Russia is allowed to transport goods on the EU sanctions list such as steel, coal and oil by rail to the Baltic Sea enclave of Kaliningrad. The European Commission says in a report that the restrictions applicable to road transport do not apply to transport by train.
Kaliningrad is sandwiched between Poland and Lithuania and has no land connection with the rest of Russia. The region must therefore be supplied from Russia by sea or by train passing through Belarus and Lithuania.
Due to the sanctions imposed on Russia, Lithuania no longer allowed part of the goods by rail. For example, alcohol, wood and concrete were implicated. Coal and oil would also be added to the list later.
Russia reacts furiously and speaks of blockade. EU denied that there was and that only its own sanctions regime was respected. Today, the EU is partly recovering from it. The European Commission speaks in a press release of a “specification of the rules that apply”.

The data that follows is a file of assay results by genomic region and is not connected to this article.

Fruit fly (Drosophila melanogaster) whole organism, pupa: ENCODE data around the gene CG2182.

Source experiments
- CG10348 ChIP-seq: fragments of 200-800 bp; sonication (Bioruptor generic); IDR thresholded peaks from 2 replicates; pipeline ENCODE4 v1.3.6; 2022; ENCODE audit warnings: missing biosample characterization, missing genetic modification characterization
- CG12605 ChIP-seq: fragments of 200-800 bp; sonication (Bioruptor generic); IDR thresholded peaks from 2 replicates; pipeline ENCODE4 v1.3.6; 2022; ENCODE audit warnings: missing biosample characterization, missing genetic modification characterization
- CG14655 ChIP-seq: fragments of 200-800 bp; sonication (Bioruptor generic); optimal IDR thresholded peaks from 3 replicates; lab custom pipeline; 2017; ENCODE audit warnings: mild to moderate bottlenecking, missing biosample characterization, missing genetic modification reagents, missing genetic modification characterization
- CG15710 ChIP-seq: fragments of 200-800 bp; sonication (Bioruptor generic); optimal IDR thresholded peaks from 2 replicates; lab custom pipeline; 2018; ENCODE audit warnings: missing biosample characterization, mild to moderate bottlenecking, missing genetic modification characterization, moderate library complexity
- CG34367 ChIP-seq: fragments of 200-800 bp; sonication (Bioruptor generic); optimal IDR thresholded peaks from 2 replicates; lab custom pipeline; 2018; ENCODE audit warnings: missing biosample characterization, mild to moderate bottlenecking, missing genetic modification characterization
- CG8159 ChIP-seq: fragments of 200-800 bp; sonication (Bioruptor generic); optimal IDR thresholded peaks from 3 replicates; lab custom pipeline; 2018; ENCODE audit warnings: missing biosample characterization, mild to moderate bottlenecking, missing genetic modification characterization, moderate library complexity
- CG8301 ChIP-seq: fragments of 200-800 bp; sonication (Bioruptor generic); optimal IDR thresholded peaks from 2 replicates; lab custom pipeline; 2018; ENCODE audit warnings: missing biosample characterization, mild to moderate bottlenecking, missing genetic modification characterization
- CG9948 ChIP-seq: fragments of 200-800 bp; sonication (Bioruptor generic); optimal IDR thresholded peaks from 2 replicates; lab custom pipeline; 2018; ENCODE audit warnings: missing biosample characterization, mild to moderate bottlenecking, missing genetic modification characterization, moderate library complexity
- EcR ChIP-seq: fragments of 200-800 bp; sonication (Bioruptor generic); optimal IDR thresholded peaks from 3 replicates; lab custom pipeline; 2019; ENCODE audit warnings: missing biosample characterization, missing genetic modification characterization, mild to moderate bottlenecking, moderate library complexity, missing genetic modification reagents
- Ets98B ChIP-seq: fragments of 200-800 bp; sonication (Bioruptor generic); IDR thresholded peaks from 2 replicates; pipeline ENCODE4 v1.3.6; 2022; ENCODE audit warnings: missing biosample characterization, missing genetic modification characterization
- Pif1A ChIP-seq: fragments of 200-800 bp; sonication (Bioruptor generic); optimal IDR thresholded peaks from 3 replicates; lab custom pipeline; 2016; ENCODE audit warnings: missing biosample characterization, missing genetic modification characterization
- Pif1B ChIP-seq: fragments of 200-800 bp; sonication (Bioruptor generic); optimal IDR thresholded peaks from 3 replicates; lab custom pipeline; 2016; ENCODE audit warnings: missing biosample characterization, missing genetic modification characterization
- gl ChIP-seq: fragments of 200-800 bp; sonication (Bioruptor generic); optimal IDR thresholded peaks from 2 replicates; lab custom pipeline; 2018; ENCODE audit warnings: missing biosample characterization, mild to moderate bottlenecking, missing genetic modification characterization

Lithuania fears that the EU decision will be seen as a bow to Russia and calls the previous interpretation of the rules more acceptable: “The transport rules to Kaliningrad may give the false impression that the transatlantic community is softening its position and its sanctions policy towards Russia”. Lithuania says it will comply with the new rules.
Under the new decision, Lithuania can continue to strictly control the transported goods. For example, Russia is not allowed to transport military goods or goods that may have both military and civilian application. Moreover, only a permitted quantity of goods can be transported by train which meets the demand of Kaliningrad itself, in order to avoid sanctions being circumvented via the exclave.
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